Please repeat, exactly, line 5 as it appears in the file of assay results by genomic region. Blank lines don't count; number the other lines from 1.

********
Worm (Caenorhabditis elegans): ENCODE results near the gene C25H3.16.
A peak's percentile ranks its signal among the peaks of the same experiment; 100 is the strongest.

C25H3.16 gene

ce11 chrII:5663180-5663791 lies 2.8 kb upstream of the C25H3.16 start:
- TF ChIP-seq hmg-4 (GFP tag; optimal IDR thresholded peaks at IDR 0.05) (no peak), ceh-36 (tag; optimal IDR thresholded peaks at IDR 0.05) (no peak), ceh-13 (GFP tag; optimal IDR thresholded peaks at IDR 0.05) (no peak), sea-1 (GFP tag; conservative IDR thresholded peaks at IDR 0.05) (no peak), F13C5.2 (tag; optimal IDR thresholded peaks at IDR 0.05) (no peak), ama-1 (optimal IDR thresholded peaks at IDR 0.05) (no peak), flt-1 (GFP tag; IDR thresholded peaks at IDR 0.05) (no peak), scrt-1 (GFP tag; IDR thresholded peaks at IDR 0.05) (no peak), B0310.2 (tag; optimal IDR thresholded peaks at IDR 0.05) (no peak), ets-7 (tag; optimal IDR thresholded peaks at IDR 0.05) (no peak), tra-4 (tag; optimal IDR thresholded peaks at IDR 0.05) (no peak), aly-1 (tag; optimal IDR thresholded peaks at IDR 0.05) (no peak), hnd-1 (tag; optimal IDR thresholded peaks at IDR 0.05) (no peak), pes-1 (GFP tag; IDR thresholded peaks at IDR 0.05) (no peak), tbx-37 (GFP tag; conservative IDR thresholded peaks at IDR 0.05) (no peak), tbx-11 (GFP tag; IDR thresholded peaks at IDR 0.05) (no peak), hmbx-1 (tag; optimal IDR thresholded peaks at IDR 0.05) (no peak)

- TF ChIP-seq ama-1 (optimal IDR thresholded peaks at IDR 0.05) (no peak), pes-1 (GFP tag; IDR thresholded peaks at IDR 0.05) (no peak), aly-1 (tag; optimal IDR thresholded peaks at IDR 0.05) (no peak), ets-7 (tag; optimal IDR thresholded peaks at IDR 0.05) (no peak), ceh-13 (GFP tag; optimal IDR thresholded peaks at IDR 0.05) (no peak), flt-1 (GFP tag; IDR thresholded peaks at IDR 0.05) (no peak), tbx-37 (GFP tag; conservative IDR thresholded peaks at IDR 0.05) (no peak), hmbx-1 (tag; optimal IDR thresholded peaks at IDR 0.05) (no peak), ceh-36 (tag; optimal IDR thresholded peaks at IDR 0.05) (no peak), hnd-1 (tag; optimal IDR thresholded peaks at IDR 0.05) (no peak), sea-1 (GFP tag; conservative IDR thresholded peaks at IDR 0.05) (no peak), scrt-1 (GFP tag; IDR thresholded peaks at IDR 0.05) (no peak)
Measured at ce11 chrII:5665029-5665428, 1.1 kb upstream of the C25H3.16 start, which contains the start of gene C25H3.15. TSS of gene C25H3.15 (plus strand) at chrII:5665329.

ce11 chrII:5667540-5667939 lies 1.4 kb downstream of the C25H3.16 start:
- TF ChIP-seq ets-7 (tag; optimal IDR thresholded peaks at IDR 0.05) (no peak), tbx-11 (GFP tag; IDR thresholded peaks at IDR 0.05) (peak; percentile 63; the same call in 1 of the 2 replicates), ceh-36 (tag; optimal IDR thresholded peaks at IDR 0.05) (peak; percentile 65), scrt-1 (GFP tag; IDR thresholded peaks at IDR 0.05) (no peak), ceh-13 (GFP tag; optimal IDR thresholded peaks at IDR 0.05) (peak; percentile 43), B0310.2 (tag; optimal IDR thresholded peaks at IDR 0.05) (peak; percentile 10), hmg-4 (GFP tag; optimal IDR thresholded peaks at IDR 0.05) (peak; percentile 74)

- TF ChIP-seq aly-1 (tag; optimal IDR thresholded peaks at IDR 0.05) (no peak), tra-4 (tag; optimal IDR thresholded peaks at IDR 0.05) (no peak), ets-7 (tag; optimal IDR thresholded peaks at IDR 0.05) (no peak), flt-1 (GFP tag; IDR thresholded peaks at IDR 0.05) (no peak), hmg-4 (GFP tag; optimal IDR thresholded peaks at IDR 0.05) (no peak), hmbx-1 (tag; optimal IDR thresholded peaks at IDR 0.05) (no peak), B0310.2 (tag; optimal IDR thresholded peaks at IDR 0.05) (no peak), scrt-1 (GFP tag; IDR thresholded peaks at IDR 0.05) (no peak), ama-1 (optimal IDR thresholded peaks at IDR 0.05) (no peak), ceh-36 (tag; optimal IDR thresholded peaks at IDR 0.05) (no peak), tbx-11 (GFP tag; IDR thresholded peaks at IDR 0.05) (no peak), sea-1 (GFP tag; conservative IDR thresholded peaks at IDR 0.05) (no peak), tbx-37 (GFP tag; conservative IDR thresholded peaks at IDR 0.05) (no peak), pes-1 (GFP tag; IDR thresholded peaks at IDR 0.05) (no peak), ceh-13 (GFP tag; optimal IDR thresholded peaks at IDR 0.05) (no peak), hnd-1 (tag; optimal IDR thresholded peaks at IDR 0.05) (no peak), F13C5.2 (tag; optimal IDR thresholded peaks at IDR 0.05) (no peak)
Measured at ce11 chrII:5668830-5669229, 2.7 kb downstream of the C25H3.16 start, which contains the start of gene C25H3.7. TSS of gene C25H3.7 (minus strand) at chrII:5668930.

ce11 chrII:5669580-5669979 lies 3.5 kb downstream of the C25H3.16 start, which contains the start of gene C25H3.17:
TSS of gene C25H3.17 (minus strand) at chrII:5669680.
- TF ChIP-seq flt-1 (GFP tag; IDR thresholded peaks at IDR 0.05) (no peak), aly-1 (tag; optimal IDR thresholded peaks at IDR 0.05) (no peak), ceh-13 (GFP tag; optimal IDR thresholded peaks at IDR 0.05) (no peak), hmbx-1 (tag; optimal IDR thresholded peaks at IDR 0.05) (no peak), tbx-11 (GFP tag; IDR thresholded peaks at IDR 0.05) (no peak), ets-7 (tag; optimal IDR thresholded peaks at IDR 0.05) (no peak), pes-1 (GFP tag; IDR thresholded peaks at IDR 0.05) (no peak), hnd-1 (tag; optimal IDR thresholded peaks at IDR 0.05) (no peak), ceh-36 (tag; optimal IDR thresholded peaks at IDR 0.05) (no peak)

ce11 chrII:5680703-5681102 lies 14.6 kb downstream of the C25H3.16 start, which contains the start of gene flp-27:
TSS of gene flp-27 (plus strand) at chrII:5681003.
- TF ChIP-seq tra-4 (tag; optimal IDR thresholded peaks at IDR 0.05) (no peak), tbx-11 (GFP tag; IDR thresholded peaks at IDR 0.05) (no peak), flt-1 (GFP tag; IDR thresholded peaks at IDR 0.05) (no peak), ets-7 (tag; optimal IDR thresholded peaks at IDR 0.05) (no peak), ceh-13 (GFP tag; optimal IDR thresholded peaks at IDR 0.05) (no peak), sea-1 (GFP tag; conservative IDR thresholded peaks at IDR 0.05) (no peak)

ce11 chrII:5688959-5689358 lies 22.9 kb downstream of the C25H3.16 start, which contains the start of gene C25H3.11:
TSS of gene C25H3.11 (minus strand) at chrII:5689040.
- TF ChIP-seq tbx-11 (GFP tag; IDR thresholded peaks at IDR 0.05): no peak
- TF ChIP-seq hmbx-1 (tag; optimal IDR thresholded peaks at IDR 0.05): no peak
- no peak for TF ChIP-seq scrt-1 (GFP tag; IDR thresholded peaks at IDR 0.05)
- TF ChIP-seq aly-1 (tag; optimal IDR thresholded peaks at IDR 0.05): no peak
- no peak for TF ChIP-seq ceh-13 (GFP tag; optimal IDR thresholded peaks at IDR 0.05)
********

- TF ChIP-seq hmg-4 (GFP tag; optimal IDR thresholded peaks at IDR 0.05) (no peak), ceh-36 (tag; optimal IDR thresholded peaks at IDR 0.05) (no peak), ceh-13 (GFP tag; optimal IDR thresholded peaks at IDR 0.05) (no peak), sea-1 (GFP tag; conservative IDR thresholded peaks at IDR 0.05) (no peak), F13C5.2 (tag; optimal IDR thresholded peaks at IDR 0.05) (no peak), ama-1 (optimal IDR thresholded peaks at IDR 0.05) (no peak), flt-1 (GFP tag; IDR thresholded peaks at IDR 0.05) (no peak), scrt-1 (GFP tag; IDR thresholded peaks at IDR 0.05) (no peak), B0310.2 (tag; optimal IDR thresholded peaks at IDR 0.05) (no peak), ets-7 (tag; optimal IDR thresholded peaks at IDR 0.05) (no peak), tra-4 (tag; optimal IDR thresholded peaks at IDR 0.05) (no peak), aly-1 (tag; optimal IDR thresholded peaks at IDR 0.05) (no peak), hnd-1 (tag; optimal IDR thresholded peaks at IDR 0.05) (no peak), pes-1 (GFP tag; IDR thresholded peaks at IDR 0.05) (no peak), tbx-37 (GFP tag; conservative IDR thresholded peaks at IDR 0.05) (no peak), tbx-11 (GFP tag; IDR thresholded peaks at IDR 0.05) (no peak), hmbx-1 (tag; optimal IDR thresholded peaks at IDR 0.05) (no peak)